If you plug a BMW i3 into a Tesla Supercharger you’ll probably get stuck as it locks the cable in but doesn’t charge or let go, good luck with that at the moment, however, as we saw with Gridserve, the i3 can potentially communicate with the Charger & bill the owner. This doesn’t work with the VW ID3 as it doesn’t have the necessary logic as VW have gone with their own proprietary system (think Ionity chargers). Stellantis group cars I don’t know, I’ll try to find out from Gridserve (Not Stellantis Group as they’re prone to Gallic Shrugs, meaning they never thought about it but maybe their engineers did).

    So, Tesla Superchargers have no foolproof method of paying for a non-Tesla car to charge & this will be the sticking point that Tesla will want to work out & we may find some cars can & some can’t use these chargers.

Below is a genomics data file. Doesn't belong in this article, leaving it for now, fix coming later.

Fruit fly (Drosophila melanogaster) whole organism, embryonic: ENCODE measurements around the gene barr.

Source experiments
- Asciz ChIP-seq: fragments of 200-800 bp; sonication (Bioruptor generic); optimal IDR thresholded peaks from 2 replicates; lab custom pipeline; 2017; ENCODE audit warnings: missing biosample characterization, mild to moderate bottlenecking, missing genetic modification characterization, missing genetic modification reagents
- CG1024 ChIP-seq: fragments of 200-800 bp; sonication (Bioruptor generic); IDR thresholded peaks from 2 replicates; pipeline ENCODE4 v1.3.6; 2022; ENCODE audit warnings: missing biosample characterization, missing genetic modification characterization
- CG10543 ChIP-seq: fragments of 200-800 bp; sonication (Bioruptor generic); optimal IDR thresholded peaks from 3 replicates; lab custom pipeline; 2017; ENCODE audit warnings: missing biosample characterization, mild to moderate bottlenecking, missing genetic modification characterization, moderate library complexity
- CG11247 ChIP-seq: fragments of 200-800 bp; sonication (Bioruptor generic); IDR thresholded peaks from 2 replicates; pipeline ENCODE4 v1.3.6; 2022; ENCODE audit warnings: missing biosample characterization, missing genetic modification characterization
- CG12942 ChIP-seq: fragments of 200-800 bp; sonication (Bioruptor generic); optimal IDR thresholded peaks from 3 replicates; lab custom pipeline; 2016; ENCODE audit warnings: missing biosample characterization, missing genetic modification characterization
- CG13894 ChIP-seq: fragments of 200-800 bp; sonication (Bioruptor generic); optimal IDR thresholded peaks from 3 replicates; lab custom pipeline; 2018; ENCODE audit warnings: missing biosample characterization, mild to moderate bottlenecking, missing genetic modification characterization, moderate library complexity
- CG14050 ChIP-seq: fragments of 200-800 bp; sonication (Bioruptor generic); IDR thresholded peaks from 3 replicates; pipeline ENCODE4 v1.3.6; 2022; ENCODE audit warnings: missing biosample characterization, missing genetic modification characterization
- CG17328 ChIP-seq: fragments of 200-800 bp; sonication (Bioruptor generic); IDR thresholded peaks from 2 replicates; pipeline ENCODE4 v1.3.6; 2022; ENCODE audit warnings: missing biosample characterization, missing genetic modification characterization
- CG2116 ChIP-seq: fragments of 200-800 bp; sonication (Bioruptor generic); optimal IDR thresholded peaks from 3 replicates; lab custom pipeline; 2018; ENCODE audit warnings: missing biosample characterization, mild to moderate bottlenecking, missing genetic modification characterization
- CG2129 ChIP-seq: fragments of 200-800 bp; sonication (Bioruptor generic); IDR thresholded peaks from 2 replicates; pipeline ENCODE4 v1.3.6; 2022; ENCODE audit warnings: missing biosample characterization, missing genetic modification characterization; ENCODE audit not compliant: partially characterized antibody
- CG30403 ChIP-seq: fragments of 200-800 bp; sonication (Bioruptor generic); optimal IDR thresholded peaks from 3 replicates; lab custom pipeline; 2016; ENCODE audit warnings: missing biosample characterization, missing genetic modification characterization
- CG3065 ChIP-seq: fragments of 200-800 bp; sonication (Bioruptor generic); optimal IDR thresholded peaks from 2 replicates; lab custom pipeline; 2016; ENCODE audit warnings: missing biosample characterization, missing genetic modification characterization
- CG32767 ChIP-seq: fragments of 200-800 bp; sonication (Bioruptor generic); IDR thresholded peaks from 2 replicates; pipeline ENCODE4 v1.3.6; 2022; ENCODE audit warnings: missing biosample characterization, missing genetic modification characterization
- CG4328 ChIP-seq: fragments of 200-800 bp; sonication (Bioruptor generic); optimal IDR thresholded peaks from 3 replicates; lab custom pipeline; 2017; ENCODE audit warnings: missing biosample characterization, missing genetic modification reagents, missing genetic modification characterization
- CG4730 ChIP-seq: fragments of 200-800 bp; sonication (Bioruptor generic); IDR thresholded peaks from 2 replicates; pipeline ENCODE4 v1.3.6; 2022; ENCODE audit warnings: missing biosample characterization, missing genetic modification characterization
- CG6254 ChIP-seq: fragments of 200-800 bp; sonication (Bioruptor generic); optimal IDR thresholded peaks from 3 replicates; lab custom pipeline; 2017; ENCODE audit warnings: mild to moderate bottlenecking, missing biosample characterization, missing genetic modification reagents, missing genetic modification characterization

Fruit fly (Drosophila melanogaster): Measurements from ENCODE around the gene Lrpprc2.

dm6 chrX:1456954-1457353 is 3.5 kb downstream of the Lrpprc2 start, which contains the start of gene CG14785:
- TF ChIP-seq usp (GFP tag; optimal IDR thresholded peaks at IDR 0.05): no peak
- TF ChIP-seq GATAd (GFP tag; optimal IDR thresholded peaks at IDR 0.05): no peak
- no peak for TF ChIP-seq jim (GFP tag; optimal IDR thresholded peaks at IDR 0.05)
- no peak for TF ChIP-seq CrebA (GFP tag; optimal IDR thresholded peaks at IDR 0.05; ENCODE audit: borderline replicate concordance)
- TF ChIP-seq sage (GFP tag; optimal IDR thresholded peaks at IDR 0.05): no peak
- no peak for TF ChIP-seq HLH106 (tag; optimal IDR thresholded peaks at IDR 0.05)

• This reply was modified 1 week, 2 days ago by gothitjulie.
    #159259 Reply
    Brydo
    Participant

    Well that’s a bit of a nightmare, I have every faith in Elon sorting it.

    The only person who got all his work done by Friday was Robinson Crusoe.
    Anything i post over three lines long please assume it is an article lol.

    #159267 Reply
    gothitjulie
    Participant

    Elon made the offer years ago & the other manufacturers turned him down, they only have themselves to blame & it’s a bit rich the European manufacturers running to the EU to put in place dictates to resolve a situation that they themselves caused. Elon already equipped the european Tesla Superchargers with CCS, if VW group keep making proprietary systems & expecting everyone else to follow & pay for them then they should expect resistance.

    The situation in Norway is the one to watch, Norway stops selling fossils in 2025, 5 years before the UK and 10 years before the EU. Norway will make the decisions on chargers & we will follow.